Beethoven & the Piano
From childhood to his last days, Beethoven and the piano remained inseparable. Even deafness could not keep him away: He would press his forehead to the wood above the keys and repeatedly pound chords in hopes of feeling their vibrations. The works he composed for his beloved instrument stand as some of the greatest in all music – 32 glorious solo sonatas, five unforgettable concertos, numerous chamber pieces centered around the piano. Each bears the unmistakable stamp of a virtuoso and a visionary, as we'll discover in this Active Minds program.
Beethoven arrived at just the right moment. Straddling the end of the 18th and start of the 19th Centuries, he was witness to massive changes in European life. The unquestioned place of royalty as far above the populace was crumbling, as the middle class rose in stature. More people had become literate and educated, leading to the late 18th Century's so-called Age of Enlightenment, in which art and literature and philosophy, once designed for the rich, grew in importance among non-royals. Now, music, theater, poetry and the other finer things of life were being consumed everywhere – particularly in Vienna, Europe's cultural capital. Into that exciting world bursting with energy and curiosity stepped the figure of Beethoven. Perhaps symbolic of this huge change in society, the old-fashioned harpsichord – small-sounding and politely limited in expressing emotions – was being replaced by the new, versatile, louder piano. Factories producing this new invention sprang up everywhere in Vienna, with new improvements being patented each month. Virtuosos from across the continent had been drawn to the city in the mid- to late-1700s (Haydn and Mozart most famously). But in 1792, less than a year after Mozart's tragic death, young Beethoven arrived, immediately turning heads with his remarkable keyboard skills and his unpredictable musical style. In his early piano music, we discover variations on popular opera tunes of the day – a favorite past-time for composers eager to impress – as well as the first sonatas for solo keyboard along with a handful of “sonatas with violin obligato” (in other words, violin sonatas). As he matured and became a familiar figure in Viennese musical circles, Beethoven turned repeatedly to the piano to uncover new ways of expressing previously concealed thoughts and emotions. No exaggeration to say that his music – particularly the piano compositions – heralded the start of the Romanic Era, when calm rationality was succeeded by deep, passionate thoughts. It must have been quite a shock for his listeners as the music whispered and shouted through his wildly explosive “Appassionata” Sonata. But his works should not be construed as merely untamed and volcanic. Some of Beethoven's sweetest, most intimate melodies can be heard in his works for keyboard. Any musician will tell you that the 32 Sonatas contain all that needs to be said about our feelings, our dreams and our world in ways far more profound than words.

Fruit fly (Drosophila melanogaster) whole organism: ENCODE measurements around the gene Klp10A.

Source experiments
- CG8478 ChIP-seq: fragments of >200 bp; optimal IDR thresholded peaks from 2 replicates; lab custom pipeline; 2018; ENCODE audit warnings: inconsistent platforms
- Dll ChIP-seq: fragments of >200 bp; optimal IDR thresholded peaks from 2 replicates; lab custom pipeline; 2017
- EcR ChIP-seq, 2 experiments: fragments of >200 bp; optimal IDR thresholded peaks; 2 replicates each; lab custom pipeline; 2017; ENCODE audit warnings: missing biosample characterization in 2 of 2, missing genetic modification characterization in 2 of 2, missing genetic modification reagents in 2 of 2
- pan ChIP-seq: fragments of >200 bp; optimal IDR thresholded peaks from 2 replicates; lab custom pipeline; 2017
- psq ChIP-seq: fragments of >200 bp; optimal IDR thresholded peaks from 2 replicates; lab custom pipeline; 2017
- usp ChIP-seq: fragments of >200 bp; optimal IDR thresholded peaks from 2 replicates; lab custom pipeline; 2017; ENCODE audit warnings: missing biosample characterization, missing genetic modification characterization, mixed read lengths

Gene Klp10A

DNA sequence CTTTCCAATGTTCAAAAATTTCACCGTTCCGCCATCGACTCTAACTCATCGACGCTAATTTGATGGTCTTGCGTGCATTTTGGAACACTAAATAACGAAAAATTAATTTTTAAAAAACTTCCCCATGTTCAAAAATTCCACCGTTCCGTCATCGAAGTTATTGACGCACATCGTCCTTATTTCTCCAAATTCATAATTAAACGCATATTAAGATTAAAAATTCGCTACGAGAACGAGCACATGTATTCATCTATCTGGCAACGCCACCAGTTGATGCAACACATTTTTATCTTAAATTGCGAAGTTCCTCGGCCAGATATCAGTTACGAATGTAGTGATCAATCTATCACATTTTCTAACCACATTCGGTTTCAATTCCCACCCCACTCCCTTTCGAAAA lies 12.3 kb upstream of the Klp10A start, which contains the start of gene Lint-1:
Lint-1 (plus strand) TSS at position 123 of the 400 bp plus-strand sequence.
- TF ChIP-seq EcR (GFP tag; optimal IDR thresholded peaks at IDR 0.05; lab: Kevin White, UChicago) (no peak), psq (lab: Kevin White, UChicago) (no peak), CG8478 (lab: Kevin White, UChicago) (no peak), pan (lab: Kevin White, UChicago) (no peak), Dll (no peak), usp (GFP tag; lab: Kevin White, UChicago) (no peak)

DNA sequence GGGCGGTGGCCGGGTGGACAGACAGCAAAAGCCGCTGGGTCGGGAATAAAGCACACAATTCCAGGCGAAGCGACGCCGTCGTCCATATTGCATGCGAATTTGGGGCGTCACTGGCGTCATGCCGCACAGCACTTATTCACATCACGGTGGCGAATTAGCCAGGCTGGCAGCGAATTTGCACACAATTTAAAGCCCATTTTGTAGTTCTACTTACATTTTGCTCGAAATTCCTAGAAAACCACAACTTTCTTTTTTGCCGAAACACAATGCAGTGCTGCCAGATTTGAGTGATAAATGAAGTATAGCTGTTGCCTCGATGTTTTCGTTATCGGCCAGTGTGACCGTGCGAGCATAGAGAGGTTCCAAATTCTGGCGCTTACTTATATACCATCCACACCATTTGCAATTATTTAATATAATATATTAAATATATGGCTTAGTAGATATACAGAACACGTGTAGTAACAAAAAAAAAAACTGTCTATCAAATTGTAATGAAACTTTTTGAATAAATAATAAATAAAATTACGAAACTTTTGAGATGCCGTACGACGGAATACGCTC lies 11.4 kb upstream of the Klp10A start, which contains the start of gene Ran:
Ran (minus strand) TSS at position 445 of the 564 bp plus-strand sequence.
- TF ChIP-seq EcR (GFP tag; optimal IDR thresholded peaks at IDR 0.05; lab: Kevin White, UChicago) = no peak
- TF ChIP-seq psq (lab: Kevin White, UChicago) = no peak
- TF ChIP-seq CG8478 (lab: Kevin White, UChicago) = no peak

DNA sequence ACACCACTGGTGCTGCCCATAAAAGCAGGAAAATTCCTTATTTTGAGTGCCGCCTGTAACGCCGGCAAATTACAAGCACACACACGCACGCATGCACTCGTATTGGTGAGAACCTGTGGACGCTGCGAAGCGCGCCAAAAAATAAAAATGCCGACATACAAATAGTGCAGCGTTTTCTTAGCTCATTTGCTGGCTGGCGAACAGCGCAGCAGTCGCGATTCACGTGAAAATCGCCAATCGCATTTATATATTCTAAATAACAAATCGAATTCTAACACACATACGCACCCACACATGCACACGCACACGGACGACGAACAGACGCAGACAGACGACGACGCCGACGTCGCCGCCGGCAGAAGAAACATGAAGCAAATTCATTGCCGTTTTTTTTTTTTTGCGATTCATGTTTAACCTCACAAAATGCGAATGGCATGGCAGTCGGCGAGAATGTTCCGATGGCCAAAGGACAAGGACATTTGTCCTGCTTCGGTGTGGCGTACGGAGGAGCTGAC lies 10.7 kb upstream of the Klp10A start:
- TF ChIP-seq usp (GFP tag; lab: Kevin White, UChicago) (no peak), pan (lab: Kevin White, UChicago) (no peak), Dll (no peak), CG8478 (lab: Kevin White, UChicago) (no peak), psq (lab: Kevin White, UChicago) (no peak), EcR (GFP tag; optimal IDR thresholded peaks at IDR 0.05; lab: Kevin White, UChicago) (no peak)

- What were some of the most important developments in creating the grand piano?
- What is “sonata form” and how did Beethoven stretch it in new ways?
- Who was Carl Czerny and why is he remembered?
- Can you feel the changes in Beethoven's music as his deafness increased?
- Apart from his most famous Sonatas, which ones are your personal favorites?
- Had Mozart lived another 25 or so years, imagine how his music would have impacted, and be impacted by, Beethoven's piano works.
More to Explore
- Beethoven piano music podcasts Click here
Books for Further Reading
- Solomon, Maynard. Beethoven. Schirmer Books. 2001. 554 pages. Of the dozens of books on the composer, this one remains at or near the top of the list. It covers in vivid detail the life and times of Beethoven, focusing in engrossing fashion on those who were close to him (nearly 40 pages are devoted to the mystery of the Immortal Beloved). The music is examined in understandable ways, leading to important insights into the genius behind the notes.
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- Swafford, Jan. Beethoven: Anguish and Triumph. Houghton Mifflin Harcourt. 2014. 1,104 pages. Yes, this is a very big book – but it's worth owning it. Swafford is one of the finest, and most readable, composer biographers (His take on Brahms is all but definitive). Even the most casual of readers will be engaged by this wonderful, well-researched book.
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